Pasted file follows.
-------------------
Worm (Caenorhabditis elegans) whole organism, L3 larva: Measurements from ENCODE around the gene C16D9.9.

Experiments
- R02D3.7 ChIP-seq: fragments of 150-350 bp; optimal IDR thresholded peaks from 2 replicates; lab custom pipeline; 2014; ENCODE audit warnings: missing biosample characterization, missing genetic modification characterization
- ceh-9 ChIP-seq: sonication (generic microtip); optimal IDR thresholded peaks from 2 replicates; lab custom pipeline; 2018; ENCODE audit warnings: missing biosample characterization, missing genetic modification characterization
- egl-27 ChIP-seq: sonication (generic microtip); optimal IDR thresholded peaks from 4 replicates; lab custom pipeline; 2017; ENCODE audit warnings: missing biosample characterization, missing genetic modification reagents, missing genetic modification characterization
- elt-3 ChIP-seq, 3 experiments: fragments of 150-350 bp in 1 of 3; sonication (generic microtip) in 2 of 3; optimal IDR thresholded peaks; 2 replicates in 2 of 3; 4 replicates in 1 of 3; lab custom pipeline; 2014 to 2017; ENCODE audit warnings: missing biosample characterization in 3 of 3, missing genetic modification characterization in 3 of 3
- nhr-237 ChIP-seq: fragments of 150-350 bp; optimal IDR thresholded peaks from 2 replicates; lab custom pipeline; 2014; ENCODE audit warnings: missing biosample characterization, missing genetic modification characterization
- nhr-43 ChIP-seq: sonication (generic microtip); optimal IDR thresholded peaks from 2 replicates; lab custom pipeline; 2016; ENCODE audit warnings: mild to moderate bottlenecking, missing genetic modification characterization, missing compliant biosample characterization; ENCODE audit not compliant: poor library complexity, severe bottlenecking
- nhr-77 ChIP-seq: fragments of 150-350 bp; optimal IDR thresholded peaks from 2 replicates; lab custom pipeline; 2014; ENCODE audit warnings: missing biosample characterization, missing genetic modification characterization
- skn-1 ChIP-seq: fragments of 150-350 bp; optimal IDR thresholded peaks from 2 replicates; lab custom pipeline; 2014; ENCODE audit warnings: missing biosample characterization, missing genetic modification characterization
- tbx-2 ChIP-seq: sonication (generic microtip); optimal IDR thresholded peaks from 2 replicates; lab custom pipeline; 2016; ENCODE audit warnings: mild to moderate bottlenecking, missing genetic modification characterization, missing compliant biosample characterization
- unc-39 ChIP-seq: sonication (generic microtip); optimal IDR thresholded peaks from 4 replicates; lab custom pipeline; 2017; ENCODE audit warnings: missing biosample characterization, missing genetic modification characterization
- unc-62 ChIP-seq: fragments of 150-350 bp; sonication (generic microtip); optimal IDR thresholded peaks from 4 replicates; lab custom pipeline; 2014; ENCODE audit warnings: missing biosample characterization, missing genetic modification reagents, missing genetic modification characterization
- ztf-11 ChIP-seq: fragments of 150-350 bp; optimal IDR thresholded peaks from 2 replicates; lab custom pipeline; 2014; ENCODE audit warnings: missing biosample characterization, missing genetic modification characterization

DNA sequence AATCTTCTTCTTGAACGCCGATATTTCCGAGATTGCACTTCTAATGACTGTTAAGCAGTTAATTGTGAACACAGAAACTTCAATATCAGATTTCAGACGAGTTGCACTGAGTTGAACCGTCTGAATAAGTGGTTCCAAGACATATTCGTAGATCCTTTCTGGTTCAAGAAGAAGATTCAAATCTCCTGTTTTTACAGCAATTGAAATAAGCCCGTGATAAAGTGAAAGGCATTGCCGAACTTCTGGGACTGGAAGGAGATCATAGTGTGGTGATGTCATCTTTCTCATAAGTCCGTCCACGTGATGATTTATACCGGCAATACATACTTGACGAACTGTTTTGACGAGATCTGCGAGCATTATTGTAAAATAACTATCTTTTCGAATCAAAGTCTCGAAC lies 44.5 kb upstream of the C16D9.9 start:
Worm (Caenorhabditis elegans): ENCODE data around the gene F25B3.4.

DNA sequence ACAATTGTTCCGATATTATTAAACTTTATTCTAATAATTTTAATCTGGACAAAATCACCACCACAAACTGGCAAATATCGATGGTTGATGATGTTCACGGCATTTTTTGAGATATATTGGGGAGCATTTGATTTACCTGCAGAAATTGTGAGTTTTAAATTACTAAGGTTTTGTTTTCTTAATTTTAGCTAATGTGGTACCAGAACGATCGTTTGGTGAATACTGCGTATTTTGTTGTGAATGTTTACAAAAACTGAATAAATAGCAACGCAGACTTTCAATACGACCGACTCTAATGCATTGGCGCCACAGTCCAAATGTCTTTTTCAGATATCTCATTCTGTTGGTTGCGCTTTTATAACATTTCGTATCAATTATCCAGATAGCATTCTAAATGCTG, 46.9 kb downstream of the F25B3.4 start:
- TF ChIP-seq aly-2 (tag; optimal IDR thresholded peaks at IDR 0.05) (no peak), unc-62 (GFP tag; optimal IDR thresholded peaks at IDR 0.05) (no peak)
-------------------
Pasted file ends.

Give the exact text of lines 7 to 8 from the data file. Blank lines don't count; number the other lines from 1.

- nhr-237 ChIP-seq: fragments of 150-350 bp; optimal IDR thresholded peaks from 2 replicates; lab custom pipeline; 2014; ENCODE audit warnings: missing biosample characterization, missing genetic modification characterization
- nhr-43 ChIP-seq: sonication (generic microtip); optimal IDR thresholded peaks from 2 replicates; lab custom pipeline; 2016; ENCODE audit warnings: mild to moderate bottlenecking, missing genetic modification characterization, missing compliant biosample characterization; ENCODE audit not compliant: poor library complexity, severe bottlenecking